Can you teach EBM skills?

This post courtesy ofAnne Taylor-Vaisey: This is a forwarded message from Laure Perrier at the University of Toronto

Faculty of Medice Office of Continuing Education. Laure and Joanne Goldman

disseminate a CME literature report entitled Research Digest. You can

read past digests here: Research Question:
How can evidence-based medicine skills be

effectively taught? Does teaching EBM skills improve clinical



1. Teaching practicing surgeons critical appraisal skills with an

Internet-based journal club: A randomized, controlled trial.

MacRae HM, Regehr G, McKenzie M, Henteleff H, Taylor M, Barkun J,

Fitzgerald W, Hill A, Richard C, Webber EM, McLeod RS. Surgery 2004;136:641-6.

PubMed Abstract

2. Teaching evidence-based medicine skills can change practice in a

community hospital.

Straus SE, Ball

C, Balcombe N, Sheldon J, McAlister FA. J Gen Intern Med 2005;20:340-343.

PubMed Abstract


MacRae et al. conducted

a randomized controlled study to evaluate the effectiveness of an Internet-based

journal club in developing critical appraisal skills in practicing general

surgeons. The intervention consisted of eight monthly clinical and methodologic

articles, moderated listserve discussions, and methodologic and clinical

reviews. The control group received the clinical articles and had online access

to medical and surgical journals. Physicians in the intervention group performed

better on a test of critical appraisal skills than those in the control group.

Straus et al. conducted a before/after study in a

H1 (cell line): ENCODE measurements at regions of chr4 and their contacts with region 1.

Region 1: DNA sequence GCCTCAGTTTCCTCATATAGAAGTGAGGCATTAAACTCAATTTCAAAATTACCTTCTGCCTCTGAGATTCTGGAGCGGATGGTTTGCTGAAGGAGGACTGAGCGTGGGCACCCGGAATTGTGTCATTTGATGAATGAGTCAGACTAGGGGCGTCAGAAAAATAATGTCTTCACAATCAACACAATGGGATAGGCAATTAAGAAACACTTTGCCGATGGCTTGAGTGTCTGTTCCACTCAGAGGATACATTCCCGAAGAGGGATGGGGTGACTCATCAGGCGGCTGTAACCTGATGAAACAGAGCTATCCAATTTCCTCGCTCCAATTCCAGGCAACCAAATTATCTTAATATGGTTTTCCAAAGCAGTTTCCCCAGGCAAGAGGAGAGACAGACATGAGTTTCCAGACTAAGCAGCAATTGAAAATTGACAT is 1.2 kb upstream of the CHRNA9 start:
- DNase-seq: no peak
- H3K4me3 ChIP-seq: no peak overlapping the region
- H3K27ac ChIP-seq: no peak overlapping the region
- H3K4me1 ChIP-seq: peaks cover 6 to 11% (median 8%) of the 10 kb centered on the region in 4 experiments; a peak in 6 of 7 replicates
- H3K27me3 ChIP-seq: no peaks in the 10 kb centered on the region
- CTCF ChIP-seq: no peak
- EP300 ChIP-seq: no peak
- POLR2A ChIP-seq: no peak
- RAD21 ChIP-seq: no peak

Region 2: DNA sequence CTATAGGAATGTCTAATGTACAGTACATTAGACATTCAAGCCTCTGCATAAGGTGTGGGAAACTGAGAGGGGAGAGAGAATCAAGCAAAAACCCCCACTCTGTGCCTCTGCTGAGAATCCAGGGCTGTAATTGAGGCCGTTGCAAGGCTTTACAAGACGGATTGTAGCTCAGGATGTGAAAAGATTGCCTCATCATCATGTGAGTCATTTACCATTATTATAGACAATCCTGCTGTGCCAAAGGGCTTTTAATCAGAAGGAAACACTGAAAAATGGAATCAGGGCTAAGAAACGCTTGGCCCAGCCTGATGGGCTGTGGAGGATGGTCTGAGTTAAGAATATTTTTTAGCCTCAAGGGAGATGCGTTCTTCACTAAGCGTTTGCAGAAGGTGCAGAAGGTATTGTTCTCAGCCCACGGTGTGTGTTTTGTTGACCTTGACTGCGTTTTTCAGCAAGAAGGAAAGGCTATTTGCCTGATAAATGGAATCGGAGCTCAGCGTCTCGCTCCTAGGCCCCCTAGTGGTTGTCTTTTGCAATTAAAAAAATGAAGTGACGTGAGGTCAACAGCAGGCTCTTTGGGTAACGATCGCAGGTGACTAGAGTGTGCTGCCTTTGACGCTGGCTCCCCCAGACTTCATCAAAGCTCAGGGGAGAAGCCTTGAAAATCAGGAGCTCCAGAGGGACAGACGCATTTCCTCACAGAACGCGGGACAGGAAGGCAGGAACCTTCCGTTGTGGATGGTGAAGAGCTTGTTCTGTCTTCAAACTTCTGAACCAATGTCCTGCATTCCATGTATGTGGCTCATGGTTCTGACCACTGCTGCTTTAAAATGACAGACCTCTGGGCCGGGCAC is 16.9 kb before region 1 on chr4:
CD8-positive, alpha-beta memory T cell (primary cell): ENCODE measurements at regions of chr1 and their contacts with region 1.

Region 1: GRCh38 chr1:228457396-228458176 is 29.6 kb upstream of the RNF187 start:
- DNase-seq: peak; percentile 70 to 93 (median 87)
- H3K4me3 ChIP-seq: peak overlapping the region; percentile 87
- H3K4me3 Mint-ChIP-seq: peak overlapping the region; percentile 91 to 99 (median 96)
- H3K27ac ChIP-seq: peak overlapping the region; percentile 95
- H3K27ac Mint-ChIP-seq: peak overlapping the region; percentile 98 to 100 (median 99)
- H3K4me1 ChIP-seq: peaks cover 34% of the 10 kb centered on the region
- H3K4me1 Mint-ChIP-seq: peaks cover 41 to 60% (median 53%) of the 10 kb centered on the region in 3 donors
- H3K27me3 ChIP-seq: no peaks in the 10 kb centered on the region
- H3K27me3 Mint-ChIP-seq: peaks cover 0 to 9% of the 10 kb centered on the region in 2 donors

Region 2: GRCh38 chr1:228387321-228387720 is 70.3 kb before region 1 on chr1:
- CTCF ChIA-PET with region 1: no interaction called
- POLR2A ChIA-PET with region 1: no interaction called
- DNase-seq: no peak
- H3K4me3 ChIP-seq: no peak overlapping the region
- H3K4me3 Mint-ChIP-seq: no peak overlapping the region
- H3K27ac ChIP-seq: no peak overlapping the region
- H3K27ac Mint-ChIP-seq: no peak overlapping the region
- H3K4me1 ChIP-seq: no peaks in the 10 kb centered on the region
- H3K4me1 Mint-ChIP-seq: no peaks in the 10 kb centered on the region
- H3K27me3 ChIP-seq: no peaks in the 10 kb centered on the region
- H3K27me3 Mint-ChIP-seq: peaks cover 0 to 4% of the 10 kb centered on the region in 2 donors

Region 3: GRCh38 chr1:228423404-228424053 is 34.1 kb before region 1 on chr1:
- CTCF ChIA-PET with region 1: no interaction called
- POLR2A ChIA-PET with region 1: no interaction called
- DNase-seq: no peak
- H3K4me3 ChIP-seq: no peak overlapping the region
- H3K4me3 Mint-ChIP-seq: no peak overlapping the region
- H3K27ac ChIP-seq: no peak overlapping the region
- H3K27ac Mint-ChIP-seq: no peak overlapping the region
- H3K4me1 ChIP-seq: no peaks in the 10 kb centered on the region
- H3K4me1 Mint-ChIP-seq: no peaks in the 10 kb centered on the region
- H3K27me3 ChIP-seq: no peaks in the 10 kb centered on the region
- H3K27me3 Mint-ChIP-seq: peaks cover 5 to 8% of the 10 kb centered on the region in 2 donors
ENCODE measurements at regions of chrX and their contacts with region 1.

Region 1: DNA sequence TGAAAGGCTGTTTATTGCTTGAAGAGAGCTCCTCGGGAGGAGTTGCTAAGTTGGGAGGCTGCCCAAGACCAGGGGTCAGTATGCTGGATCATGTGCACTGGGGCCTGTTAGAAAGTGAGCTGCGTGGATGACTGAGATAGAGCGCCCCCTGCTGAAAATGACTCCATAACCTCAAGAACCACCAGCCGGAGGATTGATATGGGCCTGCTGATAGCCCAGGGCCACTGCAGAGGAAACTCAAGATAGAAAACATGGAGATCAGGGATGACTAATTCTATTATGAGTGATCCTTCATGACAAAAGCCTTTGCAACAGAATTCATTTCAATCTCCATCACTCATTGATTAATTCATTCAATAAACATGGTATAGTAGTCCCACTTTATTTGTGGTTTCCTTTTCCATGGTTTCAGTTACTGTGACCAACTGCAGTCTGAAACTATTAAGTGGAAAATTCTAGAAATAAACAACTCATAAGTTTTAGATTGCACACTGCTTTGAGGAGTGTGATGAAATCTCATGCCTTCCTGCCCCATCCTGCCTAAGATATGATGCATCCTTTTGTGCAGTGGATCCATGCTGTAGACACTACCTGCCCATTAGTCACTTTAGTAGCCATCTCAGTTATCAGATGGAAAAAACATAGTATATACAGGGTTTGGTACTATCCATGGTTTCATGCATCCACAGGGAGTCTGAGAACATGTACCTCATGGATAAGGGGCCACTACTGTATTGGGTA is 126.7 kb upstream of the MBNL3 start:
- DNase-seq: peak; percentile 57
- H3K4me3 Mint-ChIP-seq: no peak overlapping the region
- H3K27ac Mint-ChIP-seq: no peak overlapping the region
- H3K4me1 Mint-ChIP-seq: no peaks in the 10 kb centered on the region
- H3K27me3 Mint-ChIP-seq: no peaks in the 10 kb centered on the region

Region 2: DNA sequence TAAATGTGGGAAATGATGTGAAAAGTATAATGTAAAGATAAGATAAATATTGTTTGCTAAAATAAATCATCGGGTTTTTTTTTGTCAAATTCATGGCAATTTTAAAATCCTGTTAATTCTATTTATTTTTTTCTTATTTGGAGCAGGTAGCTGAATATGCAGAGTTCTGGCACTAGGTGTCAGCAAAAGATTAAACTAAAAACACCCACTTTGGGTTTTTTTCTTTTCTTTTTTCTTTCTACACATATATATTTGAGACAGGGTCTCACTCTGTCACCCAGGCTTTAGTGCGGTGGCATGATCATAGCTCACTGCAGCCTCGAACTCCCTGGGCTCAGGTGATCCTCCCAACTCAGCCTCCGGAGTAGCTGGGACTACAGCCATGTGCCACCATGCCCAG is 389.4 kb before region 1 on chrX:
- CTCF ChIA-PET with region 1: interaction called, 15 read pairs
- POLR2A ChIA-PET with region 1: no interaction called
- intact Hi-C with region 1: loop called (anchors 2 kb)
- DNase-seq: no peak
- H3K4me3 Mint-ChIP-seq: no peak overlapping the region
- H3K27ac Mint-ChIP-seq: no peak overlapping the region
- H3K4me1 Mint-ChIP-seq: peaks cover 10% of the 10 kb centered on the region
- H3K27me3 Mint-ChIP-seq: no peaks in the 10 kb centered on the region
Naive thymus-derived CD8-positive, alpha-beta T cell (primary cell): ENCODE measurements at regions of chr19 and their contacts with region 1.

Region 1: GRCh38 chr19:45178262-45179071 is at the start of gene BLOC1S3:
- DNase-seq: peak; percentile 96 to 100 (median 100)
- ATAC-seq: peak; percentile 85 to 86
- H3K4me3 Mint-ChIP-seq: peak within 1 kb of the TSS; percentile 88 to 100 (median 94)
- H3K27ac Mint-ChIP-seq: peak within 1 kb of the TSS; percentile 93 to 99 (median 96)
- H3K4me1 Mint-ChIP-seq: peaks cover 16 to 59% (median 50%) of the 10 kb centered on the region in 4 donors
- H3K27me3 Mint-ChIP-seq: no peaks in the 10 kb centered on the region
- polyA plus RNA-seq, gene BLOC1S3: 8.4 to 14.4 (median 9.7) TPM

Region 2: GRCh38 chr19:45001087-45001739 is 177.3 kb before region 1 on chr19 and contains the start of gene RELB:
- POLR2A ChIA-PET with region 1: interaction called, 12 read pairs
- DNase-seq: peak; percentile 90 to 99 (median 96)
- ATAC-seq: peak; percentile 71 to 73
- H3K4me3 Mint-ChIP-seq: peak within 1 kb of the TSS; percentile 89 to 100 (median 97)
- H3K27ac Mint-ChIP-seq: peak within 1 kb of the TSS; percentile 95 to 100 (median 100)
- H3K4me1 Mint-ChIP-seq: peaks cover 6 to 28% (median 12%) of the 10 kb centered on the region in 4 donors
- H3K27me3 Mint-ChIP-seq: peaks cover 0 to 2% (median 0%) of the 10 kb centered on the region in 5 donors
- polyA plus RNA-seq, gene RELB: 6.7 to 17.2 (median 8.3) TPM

hospital to

examine whether a multifaceted evidence-based medicine intervention changed

clinical practice. The intervention consisted of an EBM training c! ourse of

seven 1-hour sessions, an EBM syllabus and textbook, and evidence-based

resources on the hospital network. According to discharge summaries for patients

admitted before and after the intervention, patients admitted after the

intervention were significantly more likely to receive therapies proven to be

beneficial in randomized controlled trials, and the trials supporting these

therapies were significantly more likely to be high quality than before the



ยง These

studies demonstrate the importance of both assessing effective ways to teach EBM

skills as well as whether possession of these skills is translated into improved

clinical outcomes. The critical next stage, an RCT of EBM teaching on clinical

behaviour and outcomes, is currently being performed by Straus.




appraisal skills training for health care professionals: a randomized controlled




Reeves BC,



, Taylor

RJ. BMC Medical Education; 2004 7;4(1):30. Full-Text


the RDRB (Research & Development Resource Base):

For more

articles search the RDRB - available at no cost online at:

Some keywords to use: evidence based medicine AND


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